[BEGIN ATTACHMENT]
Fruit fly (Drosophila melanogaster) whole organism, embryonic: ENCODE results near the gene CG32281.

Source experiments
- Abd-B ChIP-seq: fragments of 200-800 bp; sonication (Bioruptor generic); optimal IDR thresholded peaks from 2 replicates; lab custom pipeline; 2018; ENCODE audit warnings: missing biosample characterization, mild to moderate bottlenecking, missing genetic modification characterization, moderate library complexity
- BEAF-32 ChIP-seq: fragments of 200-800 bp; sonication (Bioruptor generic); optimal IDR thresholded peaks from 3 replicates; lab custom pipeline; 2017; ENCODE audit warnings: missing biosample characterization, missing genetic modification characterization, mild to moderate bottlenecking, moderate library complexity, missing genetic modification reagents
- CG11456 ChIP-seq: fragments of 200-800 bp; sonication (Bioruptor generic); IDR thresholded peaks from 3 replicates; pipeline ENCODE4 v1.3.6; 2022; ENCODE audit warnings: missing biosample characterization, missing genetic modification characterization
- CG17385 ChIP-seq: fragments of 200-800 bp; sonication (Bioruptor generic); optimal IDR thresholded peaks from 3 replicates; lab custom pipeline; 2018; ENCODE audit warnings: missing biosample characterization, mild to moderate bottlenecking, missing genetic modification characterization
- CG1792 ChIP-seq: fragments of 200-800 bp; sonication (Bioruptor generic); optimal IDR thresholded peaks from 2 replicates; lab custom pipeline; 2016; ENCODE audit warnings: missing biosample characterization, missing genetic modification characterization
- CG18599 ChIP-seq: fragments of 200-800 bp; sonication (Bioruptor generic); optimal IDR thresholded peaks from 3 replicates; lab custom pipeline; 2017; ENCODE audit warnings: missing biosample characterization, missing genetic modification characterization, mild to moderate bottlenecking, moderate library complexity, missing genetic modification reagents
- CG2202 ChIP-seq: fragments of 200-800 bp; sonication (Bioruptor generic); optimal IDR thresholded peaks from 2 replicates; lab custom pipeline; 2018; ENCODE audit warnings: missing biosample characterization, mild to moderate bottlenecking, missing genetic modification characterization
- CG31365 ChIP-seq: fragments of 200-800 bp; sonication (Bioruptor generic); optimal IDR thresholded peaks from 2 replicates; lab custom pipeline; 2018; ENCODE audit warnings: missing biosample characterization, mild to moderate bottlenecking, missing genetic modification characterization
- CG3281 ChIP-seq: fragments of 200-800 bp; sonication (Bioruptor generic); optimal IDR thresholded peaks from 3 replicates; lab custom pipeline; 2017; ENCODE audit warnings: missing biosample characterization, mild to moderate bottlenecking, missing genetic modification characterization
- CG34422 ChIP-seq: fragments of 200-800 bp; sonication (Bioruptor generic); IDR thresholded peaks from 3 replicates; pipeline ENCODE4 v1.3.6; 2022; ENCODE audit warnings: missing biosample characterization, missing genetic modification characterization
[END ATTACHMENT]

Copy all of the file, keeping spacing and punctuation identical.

Fruit fly (Drosophila melanogaster) whole organism, embryonic: ENCODE results near the gene CG32281.

Source experiments
- Abd-B ChIP-seq: fragments of 200-800 bp; sonication (Bioruptor generic); optimal IDR thresholded peaks from 2 replicates; lab custom pipeline; 2018; ENCODE audit warnings: missing biosample characterization, mild to moderate bottlenecking, missing genetic modification characterization, moderate library complexity
- BEAF-32 ChIP-seq: fragments of 200-800 bp; sonication (Bioruptor generic); optimal IDR thresholded peaks from 3 replicates; lab custom pipeline; 2017; ENCODE audit warnings: missing biosample characterization, missing genetic modification characterization, mild to moderate bottlenecking, moderate library complexity, missing genetic modification reagents
- CG11456 ChIP-seq: fragments of 200-800 bp; sonication (Bioruptor generic); IDR thresholded peaks from 3 replicates; pipeline ENCODE4 v1.3.6; 2022; ENCODE audit warnings: missing biosample characterization, missing genetic modification characterization
- CG17385 ChIP-seq: fragments of 200-800 bp; sonication (Bioruptor generic); optimal IDR thresholded peaks from 3 replicates; lab custom pipeline; 2018; ENCODE audit warnings: missing biosample characterization, mild to moderate bottlenecking, missing genetic modification characterization
- CG1792 ChIP-seq: fragments of 200-800 bp; sonication (Bioruptor generic); optimal IDR thresholded peaks from 2 replicates; lab custom pipeline; 2016; ENCODE audit warnings: missing biosample characterization, missing genetic modification characterization
- CG18599 ChIP-seq: fragments of 200-800 bp; sonication (Bioruptor generic); optimal IDR thresholded peaks from 3 replicates; lab custom pipeline; 2017; ENCODE audit warnings: missing biosample characterization, missing genetic modification characterization, mild to moderate bottlenecking, moderate library complexity, missing genetic modification reagents
- CG2202 ChIP-seq: fragments of 200-800 bp; sonication (Bioruptor generic); optimal IDR thresholded peaks from 2 replicates; lab custom pipeline; 2018; ENCODE audit warnings: missing biosample characterization, mild to moderate bottlenecking, missing genetic modification characterization
- CG31365 ChIP-seq: fragments of 200-800 bp; sonication (Bioruptor generic); optimal IDR thresholded peaks from 2 replicates; lab custom pipeline; 2018; ENCODE audit warnings: missing biosample characterization, mild to moderate bottlenecking, missing genetic modification characterization
- CG3281 ChIP-seq: fragments of 200-800 bp; sonication (Bioruptor generic); optimal IDR thresholded peaks from 3 replicates; lab custom pipeline; 2017; ENCODE audit warnings: missing biosample characterization, mild to moderate bottlenecking, missing genetic modification characterization
- CG34422 ChIP-seq: fragments of 200-800 bp; sonication (Bioruptor generic); IDR thresholded peaks from 3 replicates; pipeline ENCODE4 v1.3.6; 2022; ENCODE audit warnings: missing biosample characterization, missing genetic modification characterization